The original Kashi Vishwanath temple was destroyed by Mughal emperor Aurangzeb and a mosque was built on the site.  In 1780, Rani Ahalyabai Holkar of Indore commissioned to construct the temple, which you can see today. The mosque built during the reign of Aurangzeb is also present next to the temple. Varanasi is also called Kashi and hence the name of the temple. The temple is situated on the western bank of the holy Ganga River. It is believed that by visiting Kashi Vishwanath temple and taking a dip in the holy water of the sacred Ganga River, human beings can liberate themselves from the burden of sins and attain moksha (salvation). Some others believe that the blessings received on visiting Kashi Vishwanath and seeing the jyotirlinga are equivalent to the merit or blessings earned from the darshan of the 11 other jyotirlingas scattered in different parts of the country. People follow a tradition of giving up at least one desire after visiting this temple. The pilgrimage to Kashi Vishwanath temple includes collecting water from the Ganges and taking it to Rameshwaram temple in Tamil Nadu to perform prayers there. While returning from Rameshwaram, devotees bring back sand from there.

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  1. KAMAKHYA DEVI TEMPLE, ASSAM

Dedicated to goddess Kamakhaya, the Kamakhya temple is the most popular attraction of Assam and one of the most prominent temples in India. The temple is located on the Nilachal Hill in the city of Guwahati in Assam. It is an important pilgrimage site, especially for tantric worshippers. The temple is among the 51 shakti pithas, which are divine places to goddess Shakti. According to legends, Sati’s father, Daksha, invited all gods except Shiva for a yagna. Nevertheless, Sati went to attend the yagna. There she was not given any respect and Daksha insulted Shiva. Unable to bear the insult towards Shiva, Sati immolated herself. On hearing about the incident, Shiva was enraged. He picked up Sati’s remains and performed the dance of destruction, tandav. Various body parts of Sati fell at many places across India and these places are now called Shakti pithas. Kamakhya temple is situated where her yoni fell. As per the Kalika Purana, the temple is located at the site where Sati used to spend time with Shiva.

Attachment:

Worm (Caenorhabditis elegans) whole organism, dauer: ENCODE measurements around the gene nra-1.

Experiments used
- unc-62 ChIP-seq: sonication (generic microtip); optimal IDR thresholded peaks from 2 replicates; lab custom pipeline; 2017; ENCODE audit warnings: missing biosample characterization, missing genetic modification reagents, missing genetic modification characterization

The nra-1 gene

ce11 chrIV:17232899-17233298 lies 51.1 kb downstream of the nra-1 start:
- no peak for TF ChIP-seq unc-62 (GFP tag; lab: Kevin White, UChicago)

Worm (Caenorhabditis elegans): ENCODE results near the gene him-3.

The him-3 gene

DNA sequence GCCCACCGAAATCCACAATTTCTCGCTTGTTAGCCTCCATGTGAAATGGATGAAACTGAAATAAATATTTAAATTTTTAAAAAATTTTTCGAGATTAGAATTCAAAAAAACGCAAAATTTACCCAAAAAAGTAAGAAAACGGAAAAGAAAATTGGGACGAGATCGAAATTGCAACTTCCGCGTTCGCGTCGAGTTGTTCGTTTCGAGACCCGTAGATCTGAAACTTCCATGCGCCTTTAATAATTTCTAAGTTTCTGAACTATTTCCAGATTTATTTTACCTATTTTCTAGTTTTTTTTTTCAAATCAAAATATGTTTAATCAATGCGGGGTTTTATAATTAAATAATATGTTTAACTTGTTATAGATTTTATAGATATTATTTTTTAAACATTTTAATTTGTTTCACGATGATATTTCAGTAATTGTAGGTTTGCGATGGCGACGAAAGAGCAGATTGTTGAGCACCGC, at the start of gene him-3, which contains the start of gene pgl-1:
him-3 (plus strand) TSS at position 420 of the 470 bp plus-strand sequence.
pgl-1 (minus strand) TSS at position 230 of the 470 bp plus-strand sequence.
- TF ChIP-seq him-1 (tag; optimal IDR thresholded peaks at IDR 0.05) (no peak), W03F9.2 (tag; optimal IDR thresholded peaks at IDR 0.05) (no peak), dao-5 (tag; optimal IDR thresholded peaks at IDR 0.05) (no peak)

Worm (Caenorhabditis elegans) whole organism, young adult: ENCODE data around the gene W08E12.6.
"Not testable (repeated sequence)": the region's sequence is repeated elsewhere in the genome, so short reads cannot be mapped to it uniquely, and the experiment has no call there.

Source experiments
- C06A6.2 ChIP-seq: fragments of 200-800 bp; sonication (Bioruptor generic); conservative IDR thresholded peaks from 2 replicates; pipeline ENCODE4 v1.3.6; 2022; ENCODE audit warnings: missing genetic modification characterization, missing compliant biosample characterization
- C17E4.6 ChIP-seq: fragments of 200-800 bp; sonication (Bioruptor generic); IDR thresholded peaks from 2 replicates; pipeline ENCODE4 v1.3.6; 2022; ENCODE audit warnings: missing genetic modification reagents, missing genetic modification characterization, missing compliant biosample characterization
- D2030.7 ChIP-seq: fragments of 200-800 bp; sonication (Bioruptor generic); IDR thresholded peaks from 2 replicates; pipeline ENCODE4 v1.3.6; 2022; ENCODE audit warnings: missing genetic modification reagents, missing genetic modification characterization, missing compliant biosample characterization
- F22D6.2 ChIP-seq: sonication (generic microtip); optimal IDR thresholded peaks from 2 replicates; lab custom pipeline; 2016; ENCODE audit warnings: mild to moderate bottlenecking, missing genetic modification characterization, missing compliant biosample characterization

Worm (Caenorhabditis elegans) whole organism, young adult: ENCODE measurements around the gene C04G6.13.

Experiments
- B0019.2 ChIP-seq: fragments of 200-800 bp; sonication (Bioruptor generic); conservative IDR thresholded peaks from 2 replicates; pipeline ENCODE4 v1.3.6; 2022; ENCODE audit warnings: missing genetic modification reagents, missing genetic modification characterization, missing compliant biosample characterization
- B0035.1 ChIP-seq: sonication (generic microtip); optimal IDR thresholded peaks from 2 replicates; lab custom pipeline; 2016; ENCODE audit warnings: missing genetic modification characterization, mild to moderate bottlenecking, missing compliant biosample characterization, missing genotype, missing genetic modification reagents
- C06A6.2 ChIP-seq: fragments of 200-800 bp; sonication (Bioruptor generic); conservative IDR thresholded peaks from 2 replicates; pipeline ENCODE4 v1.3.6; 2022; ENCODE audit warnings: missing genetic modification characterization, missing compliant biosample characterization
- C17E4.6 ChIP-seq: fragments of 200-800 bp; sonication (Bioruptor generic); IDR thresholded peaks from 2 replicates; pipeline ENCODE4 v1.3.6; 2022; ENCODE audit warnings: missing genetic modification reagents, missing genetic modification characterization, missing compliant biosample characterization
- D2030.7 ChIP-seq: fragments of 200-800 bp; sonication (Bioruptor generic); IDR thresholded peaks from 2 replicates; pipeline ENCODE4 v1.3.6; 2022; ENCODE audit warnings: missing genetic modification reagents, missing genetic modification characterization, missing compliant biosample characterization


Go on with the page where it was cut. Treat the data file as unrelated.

The Kamakhya temple complex has several temples dedicated to ten mahavidyas, namely Kamala, Matangi, Bagalamukhi, Dhumavati, Chhinnamasta, Bhairavi, Bhuvaneshwari, Sodashi, Tara and Kali. The main temple inside the complex is Kamakhya temple, which dates back to the 8th century. Till the 17th century, the temple has been rebuilt many times. The temple does not have an idol of Kamakhya Devi, instead, a yoni-like stone with a natural spring flowing over it is worshipped. The sacrificial form of worship is still followed in this temple. Devotees offer goats to the goddess.